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5 Common Employment Laws that Protect Employees in the United States

How well do you know the common employment laws that protect employees? Unfortunately, there is still a common lack of understanding of the important laws that protect Americans from workplace discrimination, wage violations, sexual harassment, the right to take sick leave, and more. Let’s take a moment to explore the most common American employment laws and how they protect you from many different workplace cases of abuse.

5 Common Employment Laws that Protect Employees

  • Fair Labor Standards Act of 1938 (FLSA)

This is one of the earliest and most relevant acts of Congress that has a major impact related to paying employees, particularly when their work exceeds 40 hours per week. The FLSA established the pay distinction between salaried employees and hourly workers, the latter of which must receive additional compensation (overtime pay) whenever they work beyond 40 hours each week.  If your employer fails to pay you overtime or for all hours you work, you should consider filing a wage claim to recover the pay you have rightfully earned.

  • Family and Medical Leave Act (FMLA)

In 1993, Congress enacted the FMLA to protect employees from retaliation or termination whenever they take leave for medical or family reasons. Employees are permitted to take up to 12 weeks of unpaid leave each year if they work for an employer who the FMLA covers.

  • Occupational Safety and Health Act (OSHA)

This landmark legislation helps to prevent workplace safety hazards in three ways: 1) Granting workers the “right to know” all the potential dangers related to their job; 2) Allowing employees to file OSHA complaints in the event of safety issues, and 3) Safeguarding the right to file such complaints from any form of retaliation.

  • Age Discrimination in Employment Act

This law, enacted in 1947, protects against age-related discrimination, making it unlawful to take adverse action in employment to any person over age 40 which is based upon age.

  • Title VII of the Civil Rights Act

Here is another important legislation addressing workforce discrimination. Title VII holds that employers may not discriminate against employees with regards to their race, color, religion, sex, or national origin.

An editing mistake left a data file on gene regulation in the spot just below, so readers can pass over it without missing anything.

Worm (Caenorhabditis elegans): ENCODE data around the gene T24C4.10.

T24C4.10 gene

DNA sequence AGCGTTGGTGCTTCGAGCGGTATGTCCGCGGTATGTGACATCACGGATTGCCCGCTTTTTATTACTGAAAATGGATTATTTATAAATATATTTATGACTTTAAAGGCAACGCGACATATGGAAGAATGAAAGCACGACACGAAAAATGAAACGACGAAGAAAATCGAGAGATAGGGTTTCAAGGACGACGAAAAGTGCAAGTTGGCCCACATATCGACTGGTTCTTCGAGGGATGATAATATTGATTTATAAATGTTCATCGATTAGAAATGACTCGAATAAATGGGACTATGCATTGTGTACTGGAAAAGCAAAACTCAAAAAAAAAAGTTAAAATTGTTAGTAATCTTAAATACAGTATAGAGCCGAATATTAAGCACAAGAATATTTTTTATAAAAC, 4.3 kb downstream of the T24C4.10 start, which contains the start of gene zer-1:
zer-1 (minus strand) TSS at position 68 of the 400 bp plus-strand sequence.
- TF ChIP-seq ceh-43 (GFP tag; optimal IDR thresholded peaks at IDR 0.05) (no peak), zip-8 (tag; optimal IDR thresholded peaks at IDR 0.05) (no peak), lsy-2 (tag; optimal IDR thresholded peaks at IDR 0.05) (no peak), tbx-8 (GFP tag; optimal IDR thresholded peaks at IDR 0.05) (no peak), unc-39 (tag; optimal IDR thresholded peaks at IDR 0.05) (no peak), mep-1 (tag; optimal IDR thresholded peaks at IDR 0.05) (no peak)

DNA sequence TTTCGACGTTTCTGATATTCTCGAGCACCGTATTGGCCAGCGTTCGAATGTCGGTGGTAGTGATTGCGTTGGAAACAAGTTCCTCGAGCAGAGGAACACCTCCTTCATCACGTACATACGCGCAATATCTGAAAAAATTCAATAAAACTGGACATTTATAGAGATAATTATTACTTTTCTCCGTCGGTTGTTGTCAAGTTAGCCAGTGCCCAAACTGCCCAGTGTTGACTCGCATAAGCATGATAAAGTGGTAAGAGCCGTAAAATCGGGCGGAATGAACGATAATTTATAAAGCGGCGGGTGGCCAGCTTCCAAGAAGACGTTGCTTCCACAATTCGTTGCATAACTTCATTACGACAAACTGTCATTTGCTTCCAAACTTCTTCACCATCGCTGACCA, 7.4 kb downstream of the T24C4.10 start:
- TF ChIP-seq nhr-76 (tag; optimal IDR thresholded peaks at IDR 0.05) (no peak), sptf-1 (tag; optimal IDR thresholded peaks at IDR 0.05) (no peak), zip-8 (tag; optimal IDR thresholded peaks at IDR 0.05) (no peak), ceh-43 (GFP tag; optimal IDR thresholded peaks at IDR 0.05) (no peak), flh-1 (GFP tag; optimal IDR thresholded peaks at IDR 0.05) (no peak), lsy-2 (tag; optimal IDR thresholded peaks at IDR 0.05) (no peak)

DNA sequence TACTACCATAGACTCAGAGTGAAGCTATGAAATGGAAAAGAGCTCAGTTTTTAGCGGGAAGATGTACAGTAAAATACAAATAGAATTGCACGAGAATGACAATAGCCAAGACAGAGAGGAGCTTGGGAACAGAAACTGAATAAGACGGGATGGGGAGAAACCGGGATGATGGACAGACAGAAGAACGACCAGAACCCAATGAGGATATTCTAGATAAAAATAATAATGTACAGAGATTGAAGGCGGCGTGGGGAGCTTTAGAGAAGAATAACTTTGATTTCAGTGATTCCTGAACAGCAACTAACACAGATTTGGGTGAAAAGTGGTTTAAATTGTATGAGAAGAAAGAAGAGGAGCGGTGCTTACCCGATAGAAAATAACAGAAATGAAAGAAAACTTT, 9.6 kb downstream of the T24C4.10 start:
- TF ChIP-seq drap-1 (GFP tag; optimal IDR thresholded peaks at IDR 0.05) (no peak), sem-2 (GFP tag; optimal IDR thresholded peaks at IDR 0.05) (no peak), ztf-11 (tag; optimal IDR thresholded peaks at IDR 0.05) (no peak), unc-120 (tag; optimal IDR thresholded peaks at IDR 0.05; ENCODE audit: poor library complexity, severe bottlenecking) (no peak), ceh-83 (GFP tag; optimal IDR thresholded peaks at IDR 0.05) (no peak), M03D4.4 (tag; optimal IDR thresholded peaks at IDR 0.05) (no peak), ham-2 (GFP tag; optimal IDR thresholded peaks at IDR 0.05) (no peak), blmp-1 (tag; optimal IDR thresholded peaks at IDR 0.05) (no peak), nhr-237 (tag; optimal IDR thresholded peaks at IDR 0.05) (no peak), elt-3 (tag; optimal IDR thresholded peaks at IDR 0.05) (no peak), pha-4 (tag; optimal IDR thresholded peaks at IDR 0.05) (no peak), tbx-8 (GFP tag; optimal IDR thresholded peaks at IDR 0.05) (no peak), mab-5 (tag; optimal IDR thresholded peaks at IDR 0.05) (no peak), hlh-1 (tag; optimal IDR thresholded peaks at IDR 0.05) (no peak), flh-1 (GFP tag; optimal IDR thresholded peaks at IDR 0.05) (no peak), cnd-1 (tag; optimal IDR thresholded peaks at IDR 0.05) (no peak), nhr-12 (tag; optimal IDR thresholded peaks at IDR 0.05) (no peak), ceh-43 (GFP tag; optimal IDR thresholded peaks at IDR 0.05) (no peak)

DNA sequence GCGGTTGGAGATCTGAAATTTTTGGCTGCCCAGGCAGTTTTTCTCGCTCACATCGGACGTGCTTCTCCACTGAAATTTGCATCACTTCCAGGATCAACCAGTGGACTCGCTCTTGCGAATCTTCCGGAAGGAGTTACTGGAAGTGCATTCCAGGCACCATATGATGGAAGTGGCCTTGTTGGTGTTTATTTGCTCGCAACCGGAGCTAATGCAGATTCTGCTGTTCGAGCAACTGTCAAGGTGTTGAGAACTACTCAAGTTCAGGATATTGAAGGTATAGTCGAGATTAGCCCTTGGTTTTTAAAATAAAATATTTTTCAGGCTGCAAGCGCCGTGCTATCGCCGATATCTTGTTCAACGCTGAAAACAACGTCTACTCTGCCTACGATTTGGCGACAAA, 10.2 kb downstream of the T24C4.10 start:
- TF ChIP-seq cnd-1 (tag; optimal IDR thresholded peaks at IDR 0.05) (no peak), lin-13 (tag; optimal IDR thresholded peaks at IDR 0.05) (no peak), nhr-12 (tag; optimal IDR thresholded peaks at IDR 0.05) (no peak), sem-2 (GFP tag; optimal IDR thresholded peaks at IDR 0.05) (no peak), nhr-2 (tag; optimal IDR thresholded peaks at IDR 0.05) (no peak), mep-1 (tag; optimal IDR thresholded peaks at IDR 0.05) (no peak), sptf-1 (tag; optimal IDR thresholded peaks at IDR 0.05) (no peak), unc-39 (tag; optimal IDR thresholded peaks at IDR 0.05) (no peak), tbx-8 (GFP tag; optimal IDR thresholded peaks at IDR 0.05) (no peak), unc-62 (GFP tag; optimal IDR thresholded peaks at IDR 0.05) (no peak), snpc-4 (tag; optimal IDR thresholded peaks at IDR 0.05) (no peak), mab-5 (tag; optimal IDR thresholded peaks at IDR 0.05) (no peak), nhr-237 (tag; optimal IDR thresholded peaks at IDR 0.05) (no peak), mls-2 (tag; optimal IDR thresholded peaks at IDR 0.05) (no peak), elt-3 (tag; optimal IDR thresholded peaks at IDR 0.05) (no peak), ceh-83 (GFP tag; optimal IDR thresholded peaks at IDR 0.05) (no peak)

What Happens If These Laws Are Violated?

These laws are in place to protect workers in their various activities and interactions with companies, employers, labor unions, and other groups. Such protections mostly relate to wage discrimination, unjust terminations, retaliation, and workplace safety.

Employers who violate these or any other employment laws are subject to liability and money damages. Failing to provide the legally mandated wage under the FLSA, for example, could lead to severe penalties against the employer.

Who Can Help Me If I Experience a Violation of My Workplace Rights?

If at any time you believe you or a coworker have suffered discrimination or a violation of these laws, you should seek legal counsel. These are sometimes difficult and complicated cases to pursue in court, and you can expect that your opposition (usually your employer), will arrive with their legal representation. Therefore, you should not enter a legal dispute alone.

Also, remember to prepare yourself for a productive meeting with your attorney and consider reviewing these 5 questions to ask an employment lawyer before your first consultation.

Employment Laws that Protect Employees: Contact us for help

Rowdy Meeks Legal Group LLC assists employees in pursuing their unpaid wage claims against employers. Contact us if you believe that your employer is not paying you all wages you have earned.